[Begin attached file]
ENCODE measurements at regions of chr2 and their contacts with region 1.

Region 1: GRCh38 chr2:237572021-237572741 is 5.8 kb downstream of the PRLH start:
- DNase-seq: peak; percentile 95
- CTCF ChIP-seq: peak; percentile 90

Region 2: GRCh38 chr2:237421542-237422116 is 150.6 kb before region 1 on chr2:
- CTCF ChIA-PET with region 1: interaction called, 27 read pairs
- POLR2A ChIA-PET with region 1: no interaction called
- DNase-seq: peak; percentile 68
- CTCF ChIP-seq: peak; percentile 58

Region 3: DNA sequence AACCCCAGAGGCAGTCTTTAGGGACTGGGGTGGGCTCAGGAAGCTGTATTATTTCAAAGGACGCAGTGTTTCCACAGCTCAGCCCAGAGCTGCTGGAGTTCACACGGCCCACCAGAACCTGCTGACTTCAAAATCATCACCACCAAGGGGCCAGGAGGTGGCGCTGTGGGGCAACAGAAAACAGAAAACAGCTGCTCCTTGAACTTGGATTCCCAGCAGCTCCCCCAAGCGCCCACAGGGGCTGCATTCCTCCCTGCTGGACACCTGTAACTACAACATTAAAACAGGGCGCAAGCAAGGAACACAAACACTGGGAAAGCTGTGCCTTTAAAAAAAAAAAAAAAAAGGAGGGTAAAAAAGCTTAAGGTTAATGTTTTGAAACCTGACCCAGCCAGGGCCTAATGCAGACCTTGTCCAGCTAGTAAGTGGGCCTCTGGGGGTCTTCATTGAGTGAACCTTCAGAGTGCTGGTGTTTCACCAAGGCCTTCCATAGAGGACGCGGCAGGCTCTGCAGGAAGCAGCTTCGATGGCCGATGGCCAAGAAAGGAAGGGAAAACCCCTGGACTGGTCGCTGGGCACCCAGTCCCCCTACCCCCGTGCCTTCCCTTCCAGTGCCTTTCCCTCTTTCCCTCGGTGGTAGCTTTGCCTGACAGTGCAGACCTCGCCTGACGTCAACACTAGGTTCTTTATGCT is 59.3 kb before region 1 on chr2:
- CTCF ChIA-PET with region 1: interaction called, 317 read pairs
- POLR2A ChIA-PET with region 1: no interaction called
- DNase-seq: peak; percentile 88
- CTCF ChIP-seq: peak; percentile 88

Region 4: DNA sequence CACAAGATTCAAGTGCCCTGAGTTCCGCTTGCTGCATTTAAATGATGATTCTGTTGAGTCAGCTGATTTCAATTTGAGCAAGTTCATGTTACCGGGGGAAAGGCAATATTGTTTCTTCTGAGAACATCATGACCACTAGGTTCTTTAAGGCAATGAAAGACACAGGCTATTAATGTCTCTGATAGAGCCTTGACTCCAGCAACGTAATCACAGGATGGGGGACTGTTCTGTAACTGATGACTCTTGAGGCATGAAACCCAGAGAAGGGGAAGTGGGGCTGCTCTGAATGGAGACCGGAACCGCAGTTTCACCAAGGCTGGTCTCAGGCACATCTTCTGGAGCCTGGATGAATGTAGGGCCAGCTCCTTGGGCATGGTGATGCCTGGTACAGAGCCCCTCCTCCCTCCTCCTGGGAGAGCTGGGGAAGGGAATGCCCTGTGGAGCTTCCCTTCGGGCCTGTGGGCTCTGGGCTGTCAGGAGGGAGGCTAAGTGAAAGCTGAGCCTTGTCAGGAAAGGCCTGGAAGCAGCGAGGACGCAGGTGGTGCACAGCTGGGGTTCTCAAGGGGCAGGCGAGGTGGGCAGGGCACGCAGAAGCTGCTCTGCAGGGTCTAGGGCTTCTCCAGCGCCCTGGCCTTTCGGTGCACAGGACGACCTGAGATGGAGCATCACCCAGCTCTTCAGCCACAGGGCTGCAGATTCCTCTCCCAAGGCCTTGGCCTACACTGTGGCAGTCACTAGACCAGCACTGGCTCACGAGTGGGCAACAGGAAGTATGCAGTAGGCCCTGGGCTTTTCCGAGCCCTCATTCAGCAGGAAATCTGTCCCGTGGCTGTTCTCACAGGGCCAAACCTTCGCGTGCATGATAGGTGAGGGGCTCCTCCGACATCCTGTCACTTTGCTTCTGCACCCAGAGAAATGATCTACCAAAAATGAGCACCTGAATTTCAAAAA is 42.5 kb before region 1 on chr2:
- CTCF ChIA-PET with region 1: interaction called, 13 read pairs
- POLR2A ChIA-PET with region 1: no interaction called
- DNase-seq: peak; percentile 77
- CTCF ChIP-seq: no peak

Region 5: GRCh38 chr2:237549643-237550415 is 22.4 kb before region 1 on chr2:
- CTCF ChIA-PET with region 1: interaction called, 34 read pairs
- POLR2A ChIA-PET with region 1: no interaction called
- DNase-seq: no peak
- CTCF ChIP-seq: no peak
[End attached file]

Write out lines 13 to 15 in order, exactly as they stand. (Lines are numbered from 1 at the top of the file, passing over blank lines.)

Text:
- DNase-seq: peak; percentile 88
- CTCF ChIP-seq: peak; percentile 88

Region 4: DNA sequence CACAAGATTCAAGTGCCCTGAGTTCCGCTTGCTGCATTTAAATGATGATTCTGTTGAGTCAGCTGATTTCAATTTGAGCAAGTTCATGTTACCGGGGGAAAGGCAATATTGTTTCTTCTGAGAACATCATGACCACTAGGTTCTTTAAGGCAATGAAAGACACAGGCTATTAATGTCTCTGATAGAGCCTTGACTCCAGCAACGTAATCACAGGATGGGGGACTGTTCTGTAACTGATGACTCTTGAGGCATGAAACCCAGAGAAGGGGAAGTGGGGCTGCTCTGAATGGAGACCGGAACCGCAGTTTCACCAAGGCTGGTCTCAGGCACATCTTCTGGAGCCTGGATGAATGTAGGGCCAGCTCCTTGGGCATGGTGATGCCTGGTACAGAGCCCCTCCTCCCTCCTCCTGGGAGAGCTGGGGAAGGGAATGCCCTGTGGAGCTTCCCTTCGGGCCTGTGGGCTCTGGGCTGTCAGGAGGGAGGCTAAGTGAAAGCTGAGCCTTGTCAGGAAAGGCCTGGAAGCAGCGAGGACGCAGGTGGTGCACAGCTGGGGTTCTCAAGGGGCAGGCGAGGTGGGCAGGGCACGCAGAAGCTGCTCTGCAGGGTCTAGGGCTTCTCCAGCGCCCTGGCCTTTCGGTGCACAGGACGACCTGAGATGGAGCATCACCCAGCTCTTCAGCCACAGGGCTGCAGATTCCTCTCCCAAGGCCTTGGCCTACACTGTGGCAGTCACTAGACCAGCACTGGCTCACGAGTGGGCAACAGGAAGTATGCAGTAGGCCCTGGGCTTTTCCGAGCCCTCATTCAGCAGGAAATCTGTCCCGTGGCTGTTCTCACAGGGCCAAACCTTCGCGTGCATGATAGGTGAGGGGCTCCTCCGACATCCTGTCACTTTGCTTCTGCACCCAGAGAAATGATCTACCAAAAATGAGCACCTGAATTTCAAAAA is 42.5 kb before region 1 on chr2: